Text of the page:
Tuesday, October 4, 2011


By Gregory Murphy

From the back of the book:

New York City, 1911, William Dysart, born to wealth and married to a society beauty, longs for a life of purpose, but feels trapped by circumstances and by the wishes of his wife and domineering father. Having lost his mother as a boy, he’s repressed all memories of her mysterious death—but feels his work as a lawyer is something that would have pleased her.

Just my opinion:

This really is an enjoyable read. Set at the turn of the 20th century, the author does an excellent job of depicting life during that time period among the newly elite of the upper northeast portion of the country. Relationships were definitely different at that time as people bowed to the wishes of their families and did what they had to in order to remain in the good graces of society.

For the protagonist in Incognito, he does everything to keep his wife and father happy … within reason. However, living that life is beginning to depress him. His wife isn’t happy because she wants more and more to impress their wealthy friends and one way she is determined to do that is to live in a house that is designed for parties and other similar social events. She feels their current home isn’t going to make the type of impact on them as she wants, so she bargains with his father to help them build a house she can be “proud” of.

But for William, he’s quite content where they are and feels they simply cannot afford to live the lifestyle Arabella desires. They are beginning to argue incessantly and he’s questioning his feelings for her -- and if he ever truly loved her.

Entering the picture is a young woman who William meets while working for a client who has plans to turn her Long Island property into a national park. In order to do that, she is determined to expand by getting her hands on the woman’s land, which is right next to hers. But Sybil doesn’t want to sell and tells William as much. She refuses to accept all offers, even with the threat of having her home condemned and taken over by the state. That would mean it could be given to her greedy neighbor.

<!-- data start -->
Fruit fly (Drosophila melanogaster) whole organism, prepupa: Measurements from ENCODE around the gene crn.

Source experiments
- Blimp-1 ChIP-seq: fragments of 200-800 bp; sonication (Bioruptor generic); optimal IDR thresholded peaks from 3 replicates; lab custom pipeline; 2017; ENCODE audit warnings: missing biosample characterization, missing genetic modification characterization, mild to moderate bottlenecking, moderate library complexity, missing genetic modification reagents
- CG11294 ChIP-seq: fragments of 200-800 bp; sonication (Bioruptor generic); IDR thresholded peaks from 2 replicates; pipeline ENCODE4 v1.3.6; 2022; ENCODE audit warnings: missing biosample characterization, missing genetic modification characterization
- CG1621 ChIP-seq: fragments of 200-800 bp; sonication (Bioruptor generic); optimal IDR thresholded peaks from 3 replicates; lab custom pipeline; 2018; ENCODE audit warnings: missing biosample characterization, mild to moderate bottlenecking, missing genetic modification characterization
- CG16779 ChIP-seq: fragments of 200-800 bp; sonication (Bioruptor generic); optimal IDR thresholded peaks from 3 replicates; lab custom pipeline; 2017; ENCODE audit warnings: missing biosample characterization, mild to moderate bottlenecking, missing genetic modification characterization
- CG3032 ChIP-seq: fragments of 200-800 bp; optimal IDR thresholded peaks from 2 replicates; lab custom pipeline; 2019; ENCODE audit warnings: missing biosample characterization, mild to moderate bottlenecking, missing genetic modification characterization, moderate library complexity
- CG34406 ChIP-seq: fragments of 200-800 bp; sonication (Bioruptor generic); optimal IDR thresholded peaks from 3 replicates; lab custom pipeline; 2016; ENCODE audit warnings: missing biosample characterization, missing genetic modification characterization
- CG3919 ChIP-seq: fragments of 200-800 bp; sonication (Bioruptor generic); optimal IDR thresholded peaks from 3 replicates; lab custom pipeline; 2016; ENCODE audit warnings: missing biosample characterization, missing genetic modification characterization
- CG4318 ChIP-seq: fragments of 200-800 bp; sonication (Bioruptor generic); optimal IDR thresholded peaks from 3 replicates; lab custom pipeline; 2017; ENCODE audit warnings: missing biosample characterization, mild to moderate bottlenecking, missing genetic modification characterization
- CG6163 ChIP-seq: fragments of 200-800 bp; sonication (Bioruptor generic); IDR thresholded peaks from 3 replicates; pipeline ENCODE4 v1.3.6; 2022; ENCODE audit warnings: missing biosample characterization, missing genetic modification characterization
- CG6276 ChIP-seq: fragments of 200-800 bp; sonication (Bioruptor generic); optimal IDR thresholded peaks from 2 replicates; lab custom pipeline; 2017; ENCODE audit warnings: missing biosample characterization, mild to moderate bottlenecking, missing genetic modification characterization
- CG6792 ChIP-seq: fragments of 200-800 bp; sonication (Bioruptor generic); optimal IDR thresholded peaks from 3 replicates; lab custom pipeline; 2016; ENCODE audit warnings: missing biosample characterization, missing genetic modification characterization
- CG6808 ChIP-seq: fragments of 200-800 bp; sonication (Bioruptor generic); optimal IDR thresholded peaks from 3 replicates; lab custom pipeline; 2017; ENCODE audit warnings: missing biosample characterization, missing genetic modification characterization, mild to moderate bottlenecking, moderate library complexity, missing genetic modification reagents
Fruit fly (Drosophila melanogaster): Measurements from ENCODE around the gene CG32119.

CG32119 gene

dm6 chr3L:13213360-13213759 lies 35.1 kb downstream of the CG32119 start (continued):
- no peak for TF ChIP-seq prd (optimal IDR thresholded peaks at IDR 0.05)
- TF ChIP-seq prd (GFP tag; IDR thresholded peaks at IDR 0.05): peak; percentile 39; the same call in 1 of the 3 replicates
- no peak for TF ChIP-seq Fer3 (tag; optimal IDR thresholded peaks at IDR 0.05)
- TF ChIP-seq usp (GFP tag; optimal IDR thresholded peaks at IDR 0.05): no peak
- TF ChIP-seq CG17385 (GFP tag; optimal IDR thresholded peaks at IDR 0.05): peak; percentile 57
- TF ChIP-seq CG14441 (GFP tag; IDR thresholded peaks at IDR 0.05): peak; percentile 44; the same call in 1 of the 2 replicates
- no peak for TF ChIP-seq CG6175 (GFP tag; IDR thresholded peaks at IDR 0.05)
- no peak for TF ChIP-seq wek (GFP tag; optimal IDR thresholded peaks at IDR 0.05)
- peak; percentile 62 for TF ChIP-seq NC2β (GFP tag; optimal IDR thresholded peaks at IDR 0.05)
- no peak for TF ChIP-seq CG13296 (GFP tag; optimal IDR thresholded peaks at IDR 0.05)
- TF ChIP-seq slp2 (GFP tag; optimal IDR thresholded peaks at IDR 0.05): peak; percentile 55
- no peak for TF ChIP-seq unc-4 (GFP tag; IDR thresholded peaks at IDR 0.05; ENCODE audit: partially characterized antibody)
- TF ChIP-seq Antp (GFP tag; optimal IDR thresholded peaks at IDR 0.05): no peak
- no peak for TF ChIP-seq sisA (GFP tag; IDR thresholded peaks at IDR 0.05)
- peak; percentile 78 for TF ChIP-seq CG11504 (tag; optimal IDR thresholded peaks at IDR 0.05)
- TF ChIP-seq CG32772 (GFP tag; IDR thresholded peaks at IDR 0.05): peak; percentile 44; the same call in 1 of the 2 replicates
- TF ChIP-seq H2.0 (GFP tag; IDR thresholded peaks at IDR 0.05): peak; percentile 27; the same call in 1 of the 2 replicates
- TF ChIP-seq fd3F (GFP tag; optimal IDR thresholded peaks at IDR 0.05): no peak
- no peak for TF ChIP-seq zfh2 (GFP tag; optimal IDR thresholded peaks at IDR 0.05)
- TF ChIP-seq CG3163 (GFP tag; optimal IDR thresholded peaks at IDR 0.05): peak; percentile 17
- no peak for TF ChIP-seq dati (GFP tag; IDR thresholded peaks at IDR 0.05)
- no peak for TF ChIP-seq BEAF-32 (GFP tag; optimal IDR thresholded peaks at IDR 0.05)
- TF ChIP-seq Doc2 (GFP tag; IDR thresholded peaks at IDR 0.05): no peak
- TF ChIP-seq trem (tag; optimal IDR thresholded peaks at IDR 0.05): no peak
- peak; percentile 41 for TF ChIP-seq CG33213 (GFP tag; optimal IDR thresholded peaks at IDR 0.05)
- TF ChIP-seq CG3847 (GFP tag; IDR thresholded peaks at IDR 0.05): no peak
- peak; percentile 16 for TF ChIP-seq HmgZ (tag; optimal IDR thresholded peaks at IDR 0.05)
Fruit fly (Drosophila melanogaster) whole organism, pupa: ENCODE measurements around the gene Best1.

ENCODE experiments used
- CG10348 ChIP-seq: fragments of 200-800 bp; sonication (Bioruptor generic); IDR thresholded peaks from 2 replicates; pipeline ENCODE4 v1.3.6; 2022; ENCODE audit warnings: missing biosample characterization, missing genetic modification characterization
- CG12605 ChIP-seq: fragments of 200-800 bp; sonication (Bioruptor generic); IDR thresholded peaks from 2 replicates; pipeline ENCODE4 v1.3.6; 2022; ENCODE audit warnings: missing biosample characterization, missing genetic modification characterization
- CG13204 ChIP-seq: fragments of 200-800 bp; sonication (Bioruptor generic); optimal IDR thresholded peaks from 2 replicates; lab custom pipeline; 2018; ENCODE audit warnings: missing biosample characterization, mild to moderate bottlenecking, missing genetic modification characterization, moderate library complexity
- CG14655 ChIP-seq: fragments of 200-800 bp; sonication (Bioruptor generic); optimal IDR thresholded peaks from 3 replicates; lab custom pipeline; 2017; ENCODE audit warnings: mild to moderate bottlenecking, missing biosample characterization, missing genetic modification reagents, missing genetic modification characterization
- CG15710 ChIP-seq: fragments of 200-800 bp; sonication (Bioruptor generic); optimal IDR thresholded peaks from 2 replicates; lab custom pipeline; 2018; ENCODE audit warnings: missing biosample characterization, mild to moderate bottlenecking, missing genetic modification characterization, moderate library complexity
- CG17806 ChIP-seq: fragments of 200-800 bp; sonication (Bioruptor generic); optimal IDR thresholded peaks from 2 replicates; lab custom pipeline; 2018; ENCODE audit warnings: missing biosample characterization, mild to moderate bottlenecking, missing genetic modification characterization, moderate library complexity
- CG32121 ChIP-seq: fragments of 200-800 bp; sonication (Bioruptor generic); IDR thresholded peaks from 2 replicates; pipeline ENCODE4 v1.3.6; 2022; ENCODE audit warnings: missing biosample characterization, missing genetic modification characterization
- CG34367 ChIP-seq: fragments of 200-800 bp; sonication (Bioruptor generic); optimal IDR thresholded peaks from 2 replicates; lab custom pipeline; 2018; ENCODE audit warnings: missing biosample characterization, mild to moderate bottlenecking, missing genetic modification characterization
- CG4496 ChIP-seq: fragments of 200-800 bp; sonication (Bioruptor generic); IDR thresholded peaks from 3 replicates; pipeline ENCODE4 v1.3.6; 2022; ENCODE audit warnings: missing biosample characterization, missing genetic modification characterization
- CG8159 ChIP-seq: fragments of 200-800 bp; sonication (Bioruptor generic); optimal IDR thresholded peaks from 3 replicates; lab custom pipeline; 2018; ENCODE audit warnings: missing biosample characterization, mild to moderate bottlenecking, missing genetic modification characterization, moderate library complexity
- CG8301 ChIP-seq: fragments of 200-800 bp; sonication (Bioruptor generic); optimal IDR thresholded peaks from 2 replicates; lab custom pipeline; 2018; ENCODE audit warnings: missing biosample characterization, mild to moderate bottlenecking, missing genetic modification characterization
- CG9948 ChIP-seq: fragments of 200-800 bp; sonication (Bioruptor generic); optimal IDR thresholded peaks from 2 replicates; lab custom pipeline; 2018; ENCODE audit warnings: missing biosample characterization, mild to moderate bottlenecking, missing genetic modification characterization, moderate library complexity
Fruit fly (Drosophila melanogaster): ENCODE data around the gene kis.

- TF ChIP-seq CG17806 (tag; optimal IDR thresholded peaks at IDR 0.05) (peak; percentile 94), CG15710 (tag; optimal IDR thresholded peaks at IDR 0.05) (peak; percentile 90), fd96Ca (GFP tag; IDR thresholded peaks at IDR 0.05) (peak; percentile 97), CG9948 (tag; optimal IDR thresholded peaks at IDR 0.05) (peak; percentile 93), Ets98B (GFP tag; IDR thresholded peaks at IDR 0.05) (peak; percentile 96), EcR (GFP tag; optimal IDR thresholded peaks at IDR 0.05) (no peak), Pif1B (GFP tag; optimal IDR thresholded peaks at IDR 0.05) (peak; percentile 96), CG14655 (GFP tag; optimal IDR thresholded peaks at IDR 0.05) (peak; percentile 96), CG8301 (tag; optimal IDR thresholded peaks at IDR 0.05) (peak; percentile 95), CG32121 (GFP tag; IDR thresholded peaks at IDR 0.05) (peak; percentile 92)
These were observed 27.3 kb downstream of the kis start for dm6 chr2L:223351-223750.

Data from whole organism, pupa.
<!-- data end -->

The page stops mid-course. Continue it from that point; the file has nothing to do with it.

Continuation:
William is puzzled by the whole scenario and decides to find out the true story of why his client is so set on having the property and why Sybil is refusing to sell. In the meantime, he is finding himself more and more drawn to the young and pretty Sybil. In fact, he’s actually finding himself falling in love with her.

Incognito is a book that captures your attention and it’s not easy to put down. I loved the story itself, as well as the history aspect. Engaging and evocative, it will have a place on my favorite reads of the year.

Some favorite passages from the book:

That’s what life is all about—making and unmaking mistakes, getting back on the track and moving on. The problem with mistakes is that they have the habit of growing into such big, fat, lovely excuses.

I thank God women are too sensible to be blinded by things like physical beauty.

William opened the paper and read:


Unknown and unknowing
I assumed that disguise
till love lifted the veil
and I could see with your eyes


Suko said...

LuAnn, wonderful review! You write so well.

MarthaE said...

This sounds different - what a struggle with a wife that is pushing for more.
I like how you include some quotes. I have been tempted to do that too. If only I could keep the reviews a tad shorter. :-)